Many years have passed since the day that "Peoria Red" and I were caught out of doors and entirely unprepared to face one of the worst blizzards that ever swept down from the Arctic regions across the shelterless plains of the Dakotas.
We had been "hoboing" a ride upon a freight train and had been fired off by its crew at a lone siding about fifty miles east of Minot, North Dakota. In those early days trains were few and the chances that one of them would stop at this lone siding were so small that we decided to walk to the nearest water tank, which in those days of small engines were never more than twenty miles apart, and there catch another ride.
It was a clear winter morning, and the sun's rays were vacillating upon the snow, that like a gigantic bedspread covered the landscape, and which made walking upon the hidden and uneven track a most wearisome task, the more so as neither of us had tasted a mouthful of food since the preceding day's dinner hour. While we were debating and wondering how and where we would rake up a meal amongst the few and widely scattered ranches, the wind veered to the north and commenced to blow with ever increasing force. Soon heavy, gray clouds followed in its wake, and quickly overcast the sky, and by two o'clock in the afternoon the rapidly growing fury of the wind commenced to drive sharp pointed particles of snow before it, which, as the storm increased to cyclonic proportions, changed to masses of rotating darts, which cut into the exposed portions of our illy-clad bodies and made breathing a serious problem.
We soon gave up the small hope of being able to reach a ranch house, as to leave the railroad track would have spelled death, as we would have lost our way in a few minutes, as even now, while it was yet broad daylight, we could barely see a couple of telegraph poles ahead of us, and when night approached the ever increasing fury of the blizzard greatly reduced even this short distance.
Staggering against the snow storm our one ardent prayer was that we would reach our only hope for succor—one of those railroad section houses, which are located ten miles apart along the right of way of every railroad, and are the homes of a foreman and a crew of laborers who repair and keep the track under constant surveillance.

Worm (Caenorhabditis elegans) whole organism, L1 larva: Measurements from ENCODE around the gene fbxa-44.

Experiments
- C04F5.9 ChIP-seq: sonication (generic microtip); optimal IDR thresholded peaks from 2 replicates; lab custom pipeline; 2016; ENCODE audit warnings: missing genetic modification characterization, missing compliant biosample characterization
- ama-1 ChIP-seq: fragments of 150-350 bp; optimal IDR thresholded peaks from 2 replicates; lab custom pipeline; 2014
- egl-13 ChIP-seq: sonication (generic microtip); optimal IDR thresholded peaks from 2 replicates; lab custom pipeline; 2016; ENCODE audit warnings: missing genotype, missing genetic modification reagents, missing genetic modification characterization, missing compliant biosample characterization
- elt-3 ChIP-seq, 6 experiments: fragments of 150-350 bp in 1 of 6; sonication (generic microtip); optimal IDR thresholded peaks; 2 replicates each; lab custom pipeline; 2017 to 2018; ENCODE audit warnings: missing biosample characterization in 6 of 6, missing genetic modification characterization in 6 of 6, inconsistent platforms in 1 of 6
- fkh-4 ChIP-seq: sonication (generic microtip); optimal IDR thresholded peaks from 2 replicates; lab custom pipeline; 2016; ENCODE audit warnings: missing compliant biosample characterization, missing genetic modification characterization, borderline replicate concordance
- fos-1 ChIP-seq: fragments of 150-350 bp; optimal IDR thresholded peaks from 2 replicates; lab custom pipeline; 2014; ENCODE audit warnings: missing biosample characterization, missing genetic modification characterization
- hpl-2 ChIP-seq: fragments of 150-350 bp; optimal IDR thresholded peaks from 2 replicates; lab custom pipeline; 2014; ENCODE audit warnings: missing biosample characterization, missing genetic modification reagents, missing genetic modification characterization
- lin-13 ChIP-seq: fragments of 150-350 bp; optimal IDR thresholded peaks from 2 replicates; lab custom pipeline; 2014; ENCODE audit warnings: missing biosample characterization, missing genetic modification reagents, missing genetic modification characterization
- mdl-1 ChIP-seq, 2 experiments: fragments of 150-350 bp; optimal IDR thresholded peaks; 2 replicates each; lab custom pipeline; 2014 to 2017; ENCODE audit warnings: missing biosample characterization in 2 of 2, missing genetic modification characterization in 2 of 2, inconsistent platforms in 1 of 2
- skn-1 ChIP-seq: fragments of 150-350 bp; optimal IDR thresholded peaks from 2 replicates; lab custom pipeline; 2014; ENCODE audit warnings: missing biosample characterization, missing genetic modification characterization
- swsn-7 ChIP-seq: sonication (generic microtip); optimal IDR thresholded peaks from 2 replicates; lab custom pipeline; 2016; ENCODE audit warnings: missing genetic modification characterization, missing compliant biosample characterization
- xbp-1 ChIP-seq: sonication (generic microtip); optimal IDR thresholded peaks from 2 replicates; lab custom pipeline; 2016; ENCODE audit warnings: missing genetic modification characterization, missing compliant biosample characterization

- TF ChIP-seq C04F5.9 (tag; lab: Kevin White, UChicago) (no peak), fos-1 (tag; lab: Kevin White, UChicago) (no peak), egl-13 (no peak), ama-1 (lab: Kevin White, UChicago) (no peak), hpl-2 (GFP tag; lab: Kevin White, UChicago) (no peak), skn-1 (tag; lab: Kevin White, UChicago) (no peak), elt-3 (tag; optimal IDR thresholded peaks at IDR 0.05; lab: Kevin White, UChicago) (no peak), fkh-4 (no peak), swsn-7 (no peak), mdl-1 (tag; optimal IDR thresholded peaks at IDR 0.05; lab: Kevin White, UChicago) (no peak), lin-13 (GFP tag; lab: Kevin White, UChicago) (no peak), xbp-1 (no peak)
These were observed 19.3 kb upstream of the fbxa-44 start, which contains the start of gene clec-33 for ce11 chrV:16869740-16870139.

Every moment the cold increased, and although we were spurred on to almost superhuman efforts by sheer desperation to thwart the fate we knew would be ours should we falter by the way, gradually our strength failed us, and although we tried to encourage each other to quicker progress, it took every vestige of our will power to drag our benumbed feet from step to step against the howling, snow-laden hurricane.
Peoria Red piteously pleaded with me to stop so he could recuperate, but well knowing the result should we linger, I shouted my warnings to him above the screaming of the storm, and when he reeled and even sank into the snow, I pulled him back upon his feet and forced him to move on.
Presently I felt myself overtaken by the same drowsiness that had enthralled Peoria Red, and a queer numbness which as it crept upwards from my feet seemed to kill my ambition to battle for life against the "Death of the Arctic."
Just as the last gleam of the blood-red sky which reflected the setting sun was swallowed up in the swirling masses of ice motes, Peoria Red sank beside the track, and although I tried everything to cause him to realize his danger if he failed to follow me, he keeled helplessly over into the snow, while a glassy stare in his half-shut eyes told me that he was doomed.
Then my own danger came home to me. Self-preservation is the first law of nature, and I promptly realized that to save my own life I must reach the section house, which I felt assured could not be many miles ahead of me, and where I would not only find shelter for myself, but perhaps obtain assistance to rescue my pal before it would be too late.